2010 was also the year of the ‘nu-folk’ movement in the UK, with bands like this taking centre stage, coupled with banjos, mandolins and accordions. Suddenly, countryfolk were as popular as the Black Eyed Peas, and the masses were exposed to real musicianship and literary lyricism. A girl of 20 by the name of Laura Marling exploded onto the world stage with the album I Speak Because I Can – a stunning collection of heart-wrenching, poetic songs tales that delve into haunting stories filled with beautiful words and melody; sounds ranging from the frenzied, supernatural, old-world gypsy-esque “Devil’s Spoke” (with the fabulously determined “all of this can be broken, take your devil by his spoke and spin him to the ground“) to the beautiful “Rambling Man” (“beaten, battered and cold, my children will live just to grow old, but if I sit here and weep, I’ll be blown over by the slightest of breeze”) reminiscent of Joni Mitchell. The epic “Hope in the Air” is pure, chilling, sumptuous storytelling at its absolute finest, and continues to give me goosebumps with every listen (“our hearts are small and ever thinning, there is no hope ever of winning, so why fear death? Be scared of living“). Not all is high drama – if you’re looking for something to play your sweetheart one cold winter’s night, try “Rest in the Bed“, and allow beautiful words to express a sentiment of love (“there lies a man of my heart, a fine and complete work of art, here, I his woman, his home, and his heart, and proud to be playing that part“).  If you’re hooked by haunting melodies, exquisite lyrics and truly intelligent musicianship, don’t hesitate another second before adding this to your collection.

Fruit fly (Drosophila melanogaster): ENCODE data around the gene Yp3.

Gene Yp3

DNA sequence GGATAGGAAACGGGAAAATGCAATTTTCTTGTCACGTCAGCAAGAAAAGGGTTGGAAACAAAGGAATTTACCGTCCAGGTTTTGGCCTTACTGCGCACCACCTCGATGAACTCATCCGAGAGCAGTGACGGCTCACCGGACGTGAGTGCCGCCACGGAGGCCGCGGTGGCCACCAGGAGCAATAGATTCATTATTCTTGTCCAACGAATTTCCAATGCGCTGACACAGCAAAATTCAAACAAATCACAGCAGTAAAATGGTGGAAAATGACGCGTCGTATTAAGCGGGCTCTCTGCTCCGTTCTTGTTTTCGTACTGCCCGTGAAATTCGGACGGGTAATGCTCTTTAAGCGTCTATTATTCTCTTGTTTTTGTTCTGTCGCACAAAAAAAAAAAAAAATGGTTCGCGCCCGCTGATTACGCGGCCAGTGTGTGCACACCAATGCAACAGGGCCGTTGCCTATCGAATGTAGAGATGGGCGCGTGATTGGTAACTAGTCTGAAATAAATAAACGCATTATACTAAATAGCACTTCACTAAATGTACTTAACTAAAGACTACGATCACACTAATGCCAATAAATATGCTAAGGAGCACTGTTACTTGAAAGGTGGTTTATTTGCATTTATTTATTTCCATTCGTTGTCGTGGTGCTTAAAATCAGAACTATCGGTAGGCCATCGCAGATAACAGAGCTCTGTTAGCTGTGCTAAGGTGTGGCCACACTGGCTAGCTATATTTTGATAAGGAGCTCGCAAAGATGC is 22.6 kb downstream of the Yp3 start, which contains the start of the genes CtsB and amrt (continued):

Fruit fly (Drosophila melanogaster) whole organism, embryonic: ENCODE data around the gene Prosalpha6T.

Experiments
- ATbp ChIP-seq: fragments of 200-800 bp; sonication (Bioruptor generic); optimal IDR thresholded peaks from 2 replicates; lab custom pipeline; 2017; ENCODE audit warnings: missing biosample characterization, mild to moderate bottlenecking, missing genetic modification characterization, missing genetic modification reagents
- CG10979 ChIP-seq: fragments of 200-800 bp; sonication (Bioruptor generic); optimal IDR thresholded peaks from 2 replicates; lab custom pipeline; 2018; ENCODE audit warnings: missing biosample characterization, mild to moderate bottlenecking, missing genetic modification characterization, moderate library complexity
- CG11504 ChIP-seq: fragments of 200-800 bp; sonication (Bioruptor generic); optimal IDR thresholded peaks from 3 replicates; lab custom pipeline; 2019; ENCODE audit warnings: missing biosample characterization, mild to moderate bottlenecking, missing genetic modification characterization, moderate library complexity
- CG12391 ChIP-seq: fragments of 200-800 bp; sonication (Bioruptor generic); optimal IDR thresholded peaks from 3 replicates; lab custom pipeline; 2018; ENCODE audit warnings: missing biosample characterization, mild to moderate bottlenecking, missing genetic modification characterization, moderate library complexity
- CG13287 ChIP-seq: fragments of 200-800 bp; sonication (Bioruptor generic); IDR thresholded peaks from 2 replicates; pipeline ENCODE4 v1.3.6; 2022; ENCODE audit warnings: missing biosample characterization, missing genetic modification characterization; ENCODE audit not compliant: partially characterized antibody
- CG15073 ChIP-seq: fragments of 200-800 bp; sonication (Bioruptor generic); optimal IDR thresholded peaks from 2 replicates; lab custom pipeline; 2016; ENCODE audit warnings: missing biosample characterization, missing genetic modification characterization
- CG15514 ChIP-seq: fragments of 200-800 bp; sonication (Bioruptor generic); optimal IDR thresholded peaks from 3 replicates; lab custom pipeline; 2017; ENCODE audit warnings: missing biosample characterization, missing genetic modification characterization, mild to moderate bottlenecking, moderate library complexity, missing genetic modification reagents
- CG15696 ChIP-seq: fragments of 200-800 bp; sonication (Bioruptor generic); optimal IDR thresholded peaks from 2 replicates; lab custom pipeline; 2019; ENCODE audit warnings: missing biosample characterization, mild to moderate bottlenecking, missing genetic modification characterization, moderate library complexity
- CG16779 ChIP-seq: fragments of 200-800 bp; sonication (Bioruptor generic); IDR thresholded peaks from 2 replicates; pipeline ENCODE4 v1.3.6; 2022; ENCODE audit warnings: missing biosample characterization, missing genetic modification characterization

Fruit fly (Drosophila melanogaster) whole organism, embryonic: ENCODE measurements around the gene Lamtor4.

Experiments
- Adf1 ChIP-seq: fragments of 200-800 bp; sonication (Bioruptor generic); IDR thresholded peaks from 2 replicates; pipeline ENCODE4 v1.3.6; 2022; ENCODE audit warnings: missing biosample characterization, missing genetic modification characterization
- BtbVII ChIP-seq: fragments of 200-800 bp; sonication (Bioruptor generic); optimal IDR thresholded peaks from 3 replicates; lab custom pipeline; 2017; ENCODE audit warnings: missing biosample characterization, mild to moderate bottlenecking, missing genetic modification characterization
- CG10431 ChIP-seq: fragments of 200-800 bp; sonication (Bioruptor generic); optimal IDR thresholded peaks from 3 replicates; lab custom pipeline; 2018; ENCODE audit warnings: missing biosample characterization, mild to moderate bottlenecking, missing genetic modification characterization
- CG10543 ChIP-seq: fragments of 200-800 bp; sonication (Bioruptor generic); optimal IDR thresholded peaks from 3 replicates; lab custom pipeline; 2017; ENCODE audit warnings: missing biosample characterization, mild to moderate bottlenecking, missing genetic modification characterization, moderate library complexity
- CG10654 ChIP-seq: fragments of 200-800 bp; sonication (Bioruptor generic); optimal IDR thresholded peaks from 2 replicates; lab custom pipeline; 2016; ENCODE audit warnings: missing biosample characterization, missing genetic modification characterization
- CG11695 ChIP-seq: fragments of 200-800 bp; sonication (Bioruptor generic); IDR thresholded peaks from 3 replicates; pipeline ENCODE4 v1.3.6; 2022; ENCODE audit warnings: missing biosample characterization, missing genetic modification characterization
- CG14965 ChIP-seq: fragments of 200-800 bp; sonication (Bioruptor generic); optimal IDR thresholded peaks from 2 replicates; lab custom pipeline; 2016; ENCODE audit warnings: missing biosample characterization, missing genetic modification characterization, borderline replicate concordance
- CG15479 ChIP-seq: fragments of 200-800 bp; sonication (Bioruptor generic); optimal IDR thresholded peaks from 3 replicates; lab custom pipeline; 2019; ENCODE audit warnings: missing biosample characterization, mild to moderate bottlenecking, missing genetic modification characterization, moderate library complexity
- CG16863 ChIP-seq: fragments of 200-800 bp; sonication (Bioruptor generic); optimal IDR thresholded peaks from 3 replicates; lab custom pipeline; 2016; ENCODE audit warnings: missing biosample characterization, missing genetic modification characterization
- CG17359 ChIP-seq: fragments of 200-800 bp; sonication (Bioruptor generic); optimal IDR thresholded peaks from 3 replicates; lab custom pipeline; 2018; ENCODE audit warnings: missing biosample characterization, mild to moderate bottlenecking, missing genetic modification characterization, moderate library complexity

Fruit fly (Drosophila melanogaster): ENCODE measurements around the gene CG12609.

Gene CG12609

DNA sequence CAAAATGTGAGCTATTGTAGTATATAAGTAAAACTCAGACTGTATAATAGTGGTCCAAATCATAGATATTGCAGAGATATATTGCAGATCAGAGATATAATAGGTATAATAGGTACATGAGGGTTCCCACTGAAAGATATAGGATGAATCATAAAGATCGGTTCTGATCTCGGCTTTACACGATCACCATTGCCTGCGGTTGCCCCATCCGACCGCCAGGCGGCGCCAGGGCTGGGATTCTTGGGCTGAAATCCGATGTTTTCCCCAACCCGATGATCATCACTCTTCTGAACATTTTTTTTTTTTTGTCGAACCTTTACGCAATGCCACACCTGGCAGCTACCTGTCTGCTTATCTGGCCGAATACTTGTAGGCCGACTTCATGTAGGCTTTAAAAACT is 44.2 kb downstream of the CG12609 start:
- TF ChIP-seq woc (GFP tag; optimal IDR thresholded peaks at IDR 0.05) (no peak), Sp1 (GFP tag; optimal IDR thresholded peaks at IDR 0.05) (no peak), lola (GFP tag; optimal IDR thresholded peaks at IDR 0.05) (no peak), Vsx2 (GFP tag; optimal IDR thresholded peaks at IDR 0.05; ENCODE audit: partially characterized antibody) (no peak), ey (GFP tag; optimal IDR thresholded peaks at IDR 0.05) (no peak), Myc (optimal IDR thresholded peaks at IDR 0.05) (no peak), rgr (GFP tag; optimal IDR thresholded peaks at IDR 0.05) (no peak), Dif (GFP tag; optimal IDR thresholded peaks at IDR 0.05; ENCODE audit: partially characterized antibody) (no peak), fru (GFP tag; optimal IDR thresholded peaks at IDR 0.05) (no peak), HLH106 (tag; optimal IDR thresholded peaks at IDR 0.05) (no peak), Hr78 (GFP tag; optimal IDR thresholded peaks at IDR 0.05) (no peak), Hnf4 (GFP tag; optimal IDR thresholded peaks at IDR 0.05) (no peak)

Entertainment this year was pretty fantastic, I must say, and 2010 was filled with great, clever imagination from all sides. Here’s hoping next year’s just as stimulating, inspiring, and impressive – full of things that make you proud to be a member the human race.

What were some highlights of the entertainment world for you in 2010?

Intelligence FTW!

It’s no secret I’m a huge nerd. I’m a devout Trekkie, have Daleks in my kitchen, and a closet full of geeky costumes from conventions gone by. And I may or may not own a copy of the Klingon version of Hamlet.  (Keep reading! This isn’t a sci-fi post!) But there’s one thing I can’t stand, and that’s bad sci-fi – or ANY bad movies, or even TV shows. Like Star Wars.  Star Wars is full of aliens, robots and spaceships, all the elements that should make a geek’s dream come true.  So why can’t I stand it? Because it’s built for the mainstream.